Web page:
Docker learning journal

I started to learn Docker through an online tutorial. This post is meant to recording general ideas of what Docker is, why/when I use it, and how it looks like for myself.

What is Docker?

Docker is a tool that packages software in containers. Each Docker container is:

a standard unit of software that packages up code and all its dependencies so the application runs quickly and reliably from one computing environment to another. 

https://www.docker.com/resources/what-container

When should I use Docker?

I found Docker useful in the following cases.

  1. When I want to quickly run an application without installing dependencies or setting the environment. To run an application without Docker, I typically have to install all the dependencies and set up the environment (database, server software such as Nginx, etc). For example, to run Java applications on Windows, I’ll have to install JDK and set the PATH variables. Likewise, I won’t have to worry about dependency conflicts. (e.g, If you have to run a PHP application that was made with PHP 5 on a machine which has PHP7. You can’t downgrade the PHP version of the machine because you’re running another PHP application which needs PHP 7.)
  2. When I want to distribute applications onto multiple machines with different OS and/or configurations. Applications can run on a VM installed on a different OS, but a VM is much larger (and uses more memories) than a Docker container.
  3. When I want to move an application from one server to another. Here’s an example scenario. I’ve been host an application on a conventional hosting service (whether it’s a shared server or VPS), and one day I decide to sell it to someone. Now the application is tied to the server, in the sense that the application needs a lot of dependencies in the server and I don’t remember what I installed. Also, its data has to be picked up from its DB. I’m running other applications on the same server, so I can’t give up the whole server lease contract. With Docker, I can take the website and build an image of it. Then, the website can be duplicated from the image, run on another server, and sold it to the person.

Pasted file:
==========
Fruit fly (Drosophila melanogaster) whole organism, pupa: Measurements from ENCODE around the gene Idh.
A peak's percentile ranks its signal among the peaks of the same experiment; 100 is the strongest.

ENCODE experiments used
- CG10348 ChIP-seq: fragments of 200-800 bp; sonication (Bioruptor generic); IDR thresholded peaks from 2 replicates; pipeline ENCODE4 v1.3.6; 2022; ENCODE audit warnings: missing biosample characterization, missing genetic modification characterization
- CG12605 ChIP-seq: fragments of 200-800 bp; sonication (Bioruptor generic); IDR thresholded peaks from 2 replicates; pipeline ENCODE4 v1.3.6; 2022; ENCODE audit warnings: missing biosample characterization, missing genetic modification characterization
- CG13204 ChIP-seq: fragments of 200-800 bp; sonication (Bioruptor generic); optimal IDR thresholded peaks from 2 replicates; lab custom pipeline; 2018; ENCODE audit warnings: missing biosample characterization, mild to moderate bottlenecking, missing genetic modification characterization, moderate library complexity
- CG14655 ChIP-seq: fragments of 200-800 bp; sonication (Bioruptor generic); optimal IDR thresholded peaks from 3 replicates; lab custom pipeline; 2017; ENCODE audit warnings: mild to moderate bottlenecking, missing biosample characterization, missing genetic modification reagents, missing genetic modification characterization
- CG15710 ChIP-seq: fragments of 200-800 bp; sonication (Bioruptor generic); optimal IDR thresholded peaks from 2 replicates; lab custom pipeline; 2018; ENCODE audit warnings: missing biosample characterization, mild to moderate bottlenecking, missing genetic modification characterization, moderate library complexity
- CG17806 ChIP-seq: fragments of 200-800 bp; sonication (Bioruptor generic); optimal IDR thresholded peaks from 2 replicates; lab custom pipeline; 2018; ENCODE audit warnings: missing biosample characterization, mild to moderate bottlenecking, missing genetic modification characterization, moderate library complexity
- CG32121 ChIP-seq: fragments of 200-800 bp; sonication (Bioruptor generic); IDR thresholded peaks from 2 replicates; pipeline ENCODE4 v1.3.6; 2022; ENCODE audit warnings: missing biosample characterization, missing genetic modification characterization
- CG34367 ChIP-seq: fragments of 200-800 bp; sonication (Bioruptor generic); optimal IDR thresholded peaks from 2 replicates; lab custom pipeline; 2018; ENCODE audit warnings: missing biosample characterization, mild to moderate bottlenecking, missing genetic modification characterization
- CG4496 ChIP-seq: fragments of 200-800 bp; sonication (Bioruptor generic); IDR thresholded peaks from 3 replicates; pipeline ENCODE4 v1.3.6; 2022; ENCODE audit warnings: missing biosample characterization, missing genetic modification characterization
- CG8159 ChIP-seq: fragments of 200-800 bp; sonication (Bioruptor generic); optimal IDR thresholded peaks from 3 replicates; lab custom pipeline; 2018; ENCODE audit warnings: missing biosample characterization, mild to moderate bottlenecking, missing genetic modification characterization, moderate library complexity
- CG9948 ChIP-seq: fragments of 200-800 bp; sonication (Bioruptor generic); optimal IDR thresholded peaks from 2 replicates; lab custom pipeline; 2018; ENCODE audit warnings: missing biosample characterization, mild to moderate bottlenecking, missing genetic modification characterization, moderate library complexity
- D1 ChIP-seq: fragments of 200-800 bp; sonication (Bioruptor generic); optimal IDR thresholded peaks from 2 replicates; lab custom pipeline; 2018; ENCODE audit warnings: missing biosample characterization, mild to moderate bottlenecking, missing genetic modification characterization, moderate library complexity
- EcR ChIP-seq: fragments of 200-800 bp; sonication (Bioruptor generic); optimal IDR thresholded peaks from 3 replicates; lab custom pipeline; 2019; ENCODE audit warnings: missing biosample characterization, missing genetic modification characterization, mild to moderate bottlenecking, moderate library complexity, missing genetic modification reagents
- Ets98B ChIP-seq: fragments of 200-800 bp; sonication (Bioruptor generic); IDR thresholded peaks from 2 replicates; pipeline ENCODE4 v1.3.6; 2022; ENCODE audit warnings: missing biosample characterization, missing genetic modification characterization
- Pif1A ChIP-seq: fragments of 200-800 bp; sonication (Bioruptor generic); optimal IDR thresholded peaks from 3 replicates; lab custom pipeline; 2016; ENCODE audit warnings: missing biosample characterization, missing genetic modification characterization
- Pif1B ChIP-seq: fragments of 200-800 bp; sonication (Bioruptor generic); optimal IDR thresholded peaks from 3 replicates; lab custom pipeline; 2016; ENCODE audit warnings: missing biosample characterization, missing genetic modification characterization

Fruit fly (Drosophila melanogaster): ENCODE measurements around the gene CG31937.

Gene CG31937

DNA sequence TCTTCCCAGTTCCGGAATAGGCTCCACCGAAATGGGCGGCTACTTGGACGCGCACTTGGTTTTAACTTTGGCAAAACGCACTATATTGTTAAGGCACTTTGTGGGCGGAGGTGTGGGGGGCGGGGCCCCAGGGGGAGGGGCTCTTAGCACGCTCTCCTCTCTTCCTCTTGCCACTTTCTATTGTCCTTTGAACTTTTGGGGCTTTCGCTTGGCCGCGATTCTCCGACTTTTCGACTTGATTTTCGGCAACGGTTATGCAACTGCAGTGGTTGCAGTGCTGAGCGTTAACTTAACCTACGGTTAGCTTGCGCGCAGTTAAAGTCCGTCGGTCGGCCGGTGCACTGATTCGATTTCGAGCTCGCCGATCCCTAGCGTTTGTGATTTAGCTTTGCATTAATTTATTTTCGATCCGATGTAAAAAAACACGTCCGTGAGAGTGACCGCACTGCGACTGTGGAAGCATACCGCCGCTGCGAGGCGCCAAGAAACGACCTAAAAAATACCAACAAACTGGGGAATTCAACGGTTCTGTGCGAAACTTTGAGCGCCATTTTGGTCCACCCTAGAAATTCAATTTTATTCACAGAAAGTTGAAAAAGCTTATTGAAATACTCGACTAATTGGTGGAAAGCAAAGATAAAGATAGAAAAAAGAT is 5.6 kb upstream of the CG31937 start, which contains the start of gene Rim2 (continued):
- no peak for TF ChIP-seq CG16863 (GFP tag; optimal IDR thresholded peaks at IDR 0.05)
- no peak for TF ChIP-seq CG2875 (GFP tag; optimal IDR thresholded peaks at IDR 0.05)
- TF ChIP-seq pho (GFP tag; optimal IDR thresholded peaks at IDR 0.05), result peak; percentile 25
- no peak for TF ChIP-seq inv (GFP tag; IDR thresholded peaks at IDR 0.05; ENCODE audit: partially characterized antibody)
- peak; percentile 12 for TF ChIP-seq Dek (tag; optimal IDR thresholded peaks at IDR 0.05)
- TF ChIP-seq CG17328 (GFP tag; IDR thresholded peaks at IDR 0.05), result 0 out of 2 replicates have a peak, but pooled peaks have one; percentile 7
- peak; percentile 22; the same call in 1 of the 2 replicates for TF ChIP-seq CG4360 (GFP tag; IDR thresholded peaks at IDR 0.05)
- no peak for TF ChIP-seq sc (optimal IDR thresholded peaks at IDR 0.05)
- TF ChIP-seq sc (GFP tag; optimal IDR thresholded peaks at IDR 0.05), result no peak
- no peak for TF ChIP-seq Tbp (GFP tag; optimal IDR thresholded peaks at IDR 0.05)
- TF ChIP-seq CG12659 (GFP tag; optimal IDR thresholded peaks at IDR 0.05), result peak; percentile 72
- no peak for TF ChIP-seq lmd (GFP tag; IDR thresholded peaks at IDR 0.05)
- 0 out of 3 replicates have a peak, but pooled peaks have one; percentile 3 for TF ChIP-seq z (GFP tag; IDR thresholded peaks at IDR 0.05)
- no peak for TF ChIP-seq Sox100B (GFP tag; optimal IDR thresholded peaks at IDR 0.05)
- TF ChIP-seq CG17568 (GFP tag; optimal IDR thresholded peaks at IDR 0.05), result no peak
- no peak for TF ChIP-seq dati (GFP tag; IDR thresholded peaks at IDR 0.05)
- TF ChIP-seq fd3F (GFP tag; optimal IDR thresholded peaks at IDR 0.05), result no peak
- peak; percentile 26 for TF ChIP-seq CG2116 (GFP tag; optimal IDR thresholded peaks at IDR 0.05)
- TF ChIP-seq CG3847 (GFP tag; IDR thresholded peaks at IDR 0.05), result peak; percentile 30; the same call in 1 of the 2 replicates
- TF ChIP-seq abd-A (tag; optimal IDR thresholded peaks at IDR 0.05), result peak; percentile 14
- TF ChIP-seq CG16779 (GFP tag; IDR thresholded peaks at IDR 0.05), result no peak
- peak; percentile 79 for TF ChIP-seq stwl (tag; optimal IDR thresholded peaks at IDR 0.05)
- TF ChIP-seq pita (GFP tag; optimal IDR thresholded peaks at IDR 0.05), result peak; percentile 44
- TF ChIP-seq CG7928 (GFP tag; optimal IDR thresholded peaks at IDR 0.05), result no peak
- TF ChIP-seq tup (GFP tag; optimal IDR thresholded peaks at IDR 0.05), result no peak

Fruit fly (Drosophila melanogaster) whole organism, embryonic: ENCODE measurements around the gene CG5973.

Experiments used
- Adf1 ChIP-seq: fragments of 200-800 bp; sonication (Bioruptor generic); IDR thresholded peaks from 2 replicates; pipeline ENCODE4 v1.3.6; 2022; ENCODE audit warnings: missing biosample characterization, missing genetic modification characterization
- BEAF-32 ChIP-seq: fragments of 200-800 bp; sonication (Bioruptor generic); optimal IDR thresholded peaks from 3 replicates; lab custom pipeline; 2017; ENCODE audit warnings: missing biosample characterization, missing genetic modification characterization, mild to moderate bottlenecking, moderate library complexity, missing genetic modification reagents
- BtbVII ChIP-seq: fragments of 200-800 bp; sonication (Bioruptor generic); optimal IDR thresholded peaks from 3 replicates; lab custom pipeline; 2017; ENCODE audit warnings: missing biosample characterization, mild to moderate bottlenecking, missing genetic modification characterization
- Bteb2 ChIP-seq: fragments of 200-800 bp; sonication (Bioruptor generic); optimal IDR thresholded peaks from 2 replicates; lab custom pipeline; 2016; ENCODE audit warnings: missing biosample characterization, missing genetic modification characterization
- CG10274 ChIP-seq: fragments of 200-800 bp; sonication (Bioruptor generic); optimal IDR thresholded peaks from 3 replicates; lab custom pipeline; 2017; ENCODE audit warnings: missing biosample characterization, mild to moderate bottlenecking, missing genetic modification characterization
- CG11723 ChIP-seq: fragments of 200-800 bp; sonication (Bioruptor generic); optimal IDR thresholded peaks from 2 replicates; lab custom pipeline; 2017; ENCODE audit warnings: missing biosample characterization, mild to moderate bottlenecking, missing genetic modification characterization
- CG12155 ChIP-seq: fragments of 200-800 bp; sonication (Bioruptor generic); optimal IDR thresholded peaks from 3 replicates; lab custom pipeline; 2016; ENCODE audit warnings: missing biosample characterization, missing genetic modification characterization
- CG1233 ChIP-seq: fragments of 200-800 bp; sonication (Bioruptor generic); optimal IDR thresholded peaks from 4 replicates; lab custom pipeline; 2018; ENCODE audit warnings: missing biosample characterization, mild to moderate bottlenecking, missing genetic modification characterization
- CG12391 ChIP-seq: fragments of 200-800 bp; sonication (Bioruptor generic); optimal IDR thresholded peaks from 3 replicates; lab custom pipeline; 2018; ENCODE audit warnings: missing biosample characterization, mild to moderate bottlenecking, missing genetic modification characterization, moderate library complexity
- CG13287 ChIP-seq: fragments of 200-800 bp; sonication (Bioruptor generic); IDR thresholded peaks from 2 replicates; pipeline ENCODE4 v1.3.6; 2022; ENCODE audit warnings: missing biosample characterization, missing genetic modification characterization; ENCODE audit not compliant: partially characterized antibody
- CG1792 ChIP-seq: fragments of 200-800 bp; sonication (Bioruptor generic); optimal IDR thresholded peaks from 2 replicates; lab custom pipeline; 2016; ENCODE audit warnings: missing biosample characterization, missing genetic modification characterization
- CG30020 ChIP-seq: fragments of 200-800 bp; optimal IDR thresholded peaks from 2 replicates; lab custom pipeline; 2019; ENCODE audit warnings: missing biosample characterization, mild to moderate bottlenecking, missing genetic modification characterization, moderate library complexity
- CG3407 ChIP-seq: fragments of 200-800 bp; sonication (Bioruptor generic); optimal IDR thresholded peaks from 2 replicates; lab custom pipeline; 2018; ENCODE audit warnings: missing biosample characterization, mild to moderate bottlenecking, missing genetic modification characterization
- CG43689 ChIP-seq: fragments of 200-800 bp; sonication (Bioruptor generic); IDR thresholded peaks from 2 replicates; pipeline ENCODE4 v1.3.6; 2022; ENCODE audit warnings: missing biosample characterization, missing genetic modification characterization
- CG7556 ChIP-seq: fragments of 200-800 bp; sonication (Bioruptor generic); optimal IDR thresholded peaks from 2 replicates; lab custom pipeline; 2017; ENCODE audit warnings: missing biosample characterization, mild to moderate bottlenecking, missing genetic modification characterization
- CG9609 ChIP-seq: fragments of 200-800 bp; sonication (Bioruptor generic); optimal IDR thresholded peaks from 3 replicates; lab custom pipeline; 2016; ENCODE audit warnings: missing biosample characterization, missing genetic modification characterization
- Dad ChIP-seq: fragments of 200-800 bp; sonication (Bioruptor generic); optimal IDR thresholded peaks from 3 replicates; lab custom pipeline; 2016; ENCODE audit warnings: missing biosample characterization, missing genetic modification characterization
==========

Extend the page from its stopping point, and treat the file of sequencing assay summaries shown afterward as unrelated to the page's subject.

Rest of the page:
4. When I run microservices with different technologies. For example, I can create a service for concurrency tasks in Go and create a messaging service with Node.js, and so on.

How does Docker look like?

Here’s an image from the official documentation.

How do I host an application with Docker? Can I use Docker on a shared server?

Some server hosting companies (such as A2 hosting) offer Docker hosting services, but it seems that those services are far more expensive than a conventional VPS hosting.

For example, in the case of A2 hosting:

Compare it with their VPS service.

Regarding shared servers:

Q: Is it possible to use docker with a cheap shared hosting account?

A: I would say no because the shared hosting LAMP (server stack) servers also provide a Unix shell, logging in won’t provide the privileges required to start Docker.

https://intellipaat.com/community/38802/is-it-possible-to-use-docker-with-a-cheap-shared-hosting-account

Other candidates are AWS EC2, Google Cloud Platform, Heroku.

Is there any security concern of using Docker?

Read this: https://www.oreilly.com/content/five-security-concerns-when-using-docker/

Compare RUN vs CMD vs ENTRYPOINT

  • RUN lets you execute commands inside of your Docker image.
  • CMD lets you define a default command to run when your container starts (There can only be one CMD instruction in a Dockerfile).
  • ENTRYPOINT allows you to configure a container that will run as an executable.

https://docs.docker.com/engine/reference/builder/

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